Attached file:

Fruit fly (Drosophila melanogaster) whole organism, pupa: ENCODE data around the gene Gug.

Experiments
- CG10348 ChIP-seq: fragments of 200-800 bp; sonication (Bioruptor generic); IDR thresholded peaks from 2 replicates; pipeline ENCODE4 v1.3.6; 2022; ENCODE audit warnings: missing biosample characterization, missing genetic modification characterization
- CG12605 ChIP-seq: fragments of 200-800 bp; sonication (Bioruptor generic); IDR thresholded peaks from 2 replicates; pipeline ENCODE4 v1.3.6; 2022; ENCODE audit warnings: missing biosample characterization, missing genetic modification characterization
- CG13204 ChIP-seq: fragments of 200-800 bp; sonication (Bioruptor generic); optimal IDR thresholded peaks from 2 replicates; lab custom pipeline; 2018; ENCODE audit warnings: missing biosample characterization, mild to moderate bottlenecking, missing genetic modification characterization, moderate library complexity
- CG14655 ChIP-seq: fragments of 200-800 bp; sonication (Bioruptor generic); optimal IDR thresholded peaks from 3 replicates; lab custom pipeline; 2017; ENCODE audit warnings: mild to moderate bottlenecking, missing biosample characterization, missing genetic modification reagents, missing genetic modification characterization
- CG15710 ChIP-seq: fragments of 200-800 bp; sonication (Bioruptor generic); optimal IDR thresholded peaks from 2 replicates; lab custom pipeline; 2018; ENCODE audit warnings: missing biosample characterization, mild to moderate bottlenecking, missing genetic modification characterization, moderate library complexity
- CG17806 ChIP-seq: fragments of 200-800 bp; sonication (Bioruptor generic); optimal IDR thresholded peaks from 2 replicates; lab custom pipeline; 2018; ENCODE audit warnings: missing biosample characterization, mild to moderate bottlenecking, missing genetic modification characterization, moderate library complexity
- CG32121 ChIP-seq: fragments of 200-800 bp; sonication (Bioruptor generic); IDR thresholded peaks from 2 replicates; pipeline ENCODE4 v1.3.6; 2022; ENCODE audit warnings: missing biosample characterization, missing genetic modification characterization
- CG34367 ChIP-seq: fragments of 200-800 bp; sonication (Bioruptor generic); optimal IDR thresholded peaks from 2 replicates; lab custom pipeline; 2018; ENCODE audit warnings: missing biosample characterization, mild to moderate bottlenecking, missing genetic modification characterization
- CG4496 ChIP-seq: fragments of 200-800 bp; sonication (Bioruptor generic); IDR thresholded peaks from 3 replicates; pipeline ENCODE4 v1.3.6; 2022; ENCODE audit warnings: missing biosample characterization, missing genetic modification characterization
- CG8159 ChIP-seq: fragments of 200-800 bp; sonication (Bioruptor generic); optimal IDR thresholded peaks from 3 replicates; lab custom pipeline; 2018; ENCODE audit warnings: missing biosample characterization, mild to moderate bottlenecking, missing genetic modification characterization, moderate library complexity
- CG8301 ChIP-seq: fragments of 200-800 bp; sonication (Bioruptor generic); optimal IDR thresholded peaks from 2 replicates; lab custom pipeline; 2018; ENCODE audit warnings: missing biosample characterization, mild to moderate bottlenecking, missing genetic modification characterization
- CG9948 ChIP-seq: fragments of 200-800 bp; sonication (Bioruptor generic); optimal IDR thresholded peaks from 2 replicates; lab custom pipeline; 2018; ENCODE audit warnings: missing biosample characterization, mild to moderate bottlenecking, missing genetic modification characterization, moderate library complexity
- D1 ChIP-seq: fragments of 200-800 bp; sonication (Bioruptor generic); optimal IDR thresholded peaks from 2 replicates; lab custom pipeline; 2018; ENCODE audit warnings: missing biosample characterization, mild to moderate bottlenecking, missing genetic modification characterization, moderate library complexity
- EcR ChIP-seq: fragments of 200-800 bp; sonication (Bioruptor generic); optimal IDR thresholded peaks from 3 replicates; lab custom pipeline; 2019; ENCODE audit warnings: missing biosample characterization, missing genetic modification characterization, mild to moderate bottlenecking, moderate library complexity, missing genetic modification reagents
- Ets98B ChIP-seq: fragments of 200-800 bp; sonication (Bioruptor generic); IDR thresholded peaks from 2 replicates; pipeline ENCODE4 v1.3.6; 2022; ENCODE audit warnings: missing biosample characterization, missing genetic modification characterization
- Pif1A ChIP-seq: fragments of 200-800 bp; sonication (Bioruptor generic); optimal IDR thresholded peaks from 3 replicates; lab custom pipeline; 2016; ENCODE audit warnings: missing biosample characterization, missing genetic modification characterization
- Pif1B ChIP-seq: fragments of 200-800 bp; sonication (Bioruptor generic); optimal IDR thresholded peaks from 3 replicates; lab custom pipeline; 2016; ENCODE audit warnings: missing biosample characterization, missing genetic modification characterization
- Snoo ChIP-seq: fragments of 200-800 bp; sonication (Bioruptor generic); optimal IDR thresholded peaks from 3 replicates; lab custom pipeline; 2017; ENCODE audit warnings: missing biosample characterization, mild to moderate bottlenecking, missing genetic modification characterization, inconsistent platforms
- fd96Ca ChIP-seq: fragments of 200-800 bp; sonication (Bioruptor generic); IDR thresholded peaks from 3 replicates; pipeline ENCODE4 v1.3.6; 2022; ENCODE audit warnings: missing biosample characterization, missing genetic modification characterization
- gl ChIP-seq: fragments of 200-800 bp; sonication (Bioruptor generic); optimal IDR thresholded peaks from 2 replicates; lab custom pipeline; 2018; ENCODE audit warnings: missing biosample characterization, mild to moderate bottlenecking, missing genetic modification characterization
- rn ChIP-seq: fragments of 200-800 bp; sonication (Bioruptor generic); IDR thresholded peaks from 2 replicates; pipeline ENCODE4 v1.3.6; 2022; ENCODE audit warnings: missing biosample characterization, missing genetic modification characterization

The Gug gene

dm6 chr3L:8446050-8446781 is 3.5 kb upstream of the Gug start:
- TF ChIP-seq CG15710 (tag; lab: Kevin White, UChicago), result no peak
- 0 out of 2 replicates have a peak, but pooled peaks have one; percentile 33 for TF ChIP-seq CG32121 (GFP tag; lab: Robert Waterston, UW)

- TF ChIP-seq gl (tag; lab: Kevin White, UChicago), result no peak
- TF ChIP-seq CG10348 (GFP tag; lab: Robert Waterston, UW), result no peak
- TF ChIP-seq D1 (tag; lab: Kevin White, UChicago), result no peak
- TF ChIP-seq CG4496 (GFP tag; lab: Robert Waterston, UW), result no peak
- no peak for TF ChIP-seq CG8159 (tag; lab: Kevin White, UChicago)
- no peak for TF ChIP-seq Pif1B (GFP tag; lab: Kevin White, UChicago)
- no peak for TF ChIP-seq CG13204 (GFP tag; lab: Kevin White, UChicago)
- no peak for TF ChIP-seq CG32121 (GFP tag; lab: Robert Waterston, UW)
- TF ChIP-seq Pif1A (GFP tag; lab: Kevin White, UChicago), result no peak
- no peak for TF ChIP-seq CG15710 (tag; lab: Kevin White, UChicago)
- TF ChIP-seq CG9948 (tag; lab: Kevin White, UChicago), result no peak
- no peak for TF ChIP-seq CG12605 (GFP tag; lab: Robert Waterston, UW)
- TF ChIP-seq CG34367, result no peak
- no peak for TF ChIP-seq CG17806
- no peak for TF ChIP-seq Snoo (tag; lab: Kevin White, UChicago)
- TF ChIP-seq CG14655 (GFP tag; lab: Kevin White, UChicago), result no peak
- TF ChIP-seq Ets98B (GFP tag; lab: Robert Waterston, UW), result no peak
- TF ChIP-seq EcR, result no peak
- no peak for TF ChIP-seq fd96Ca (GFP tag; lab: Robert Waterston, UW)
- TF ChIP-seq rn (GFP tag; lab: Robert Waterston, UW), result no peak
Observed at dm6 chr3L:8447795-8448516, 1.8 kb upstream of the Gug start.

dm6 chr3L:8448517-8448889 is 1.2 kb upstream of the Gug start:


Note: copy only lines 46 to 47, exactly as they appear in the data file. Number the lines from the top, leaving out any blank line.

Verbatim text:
- no peak for TF ChIP-seq fd96Ca (GFP tag; lab: Robert Waterston, UW)
- TF ChIP-seq rn (GFP tag; lab: Robert Waterston, UW), result no peak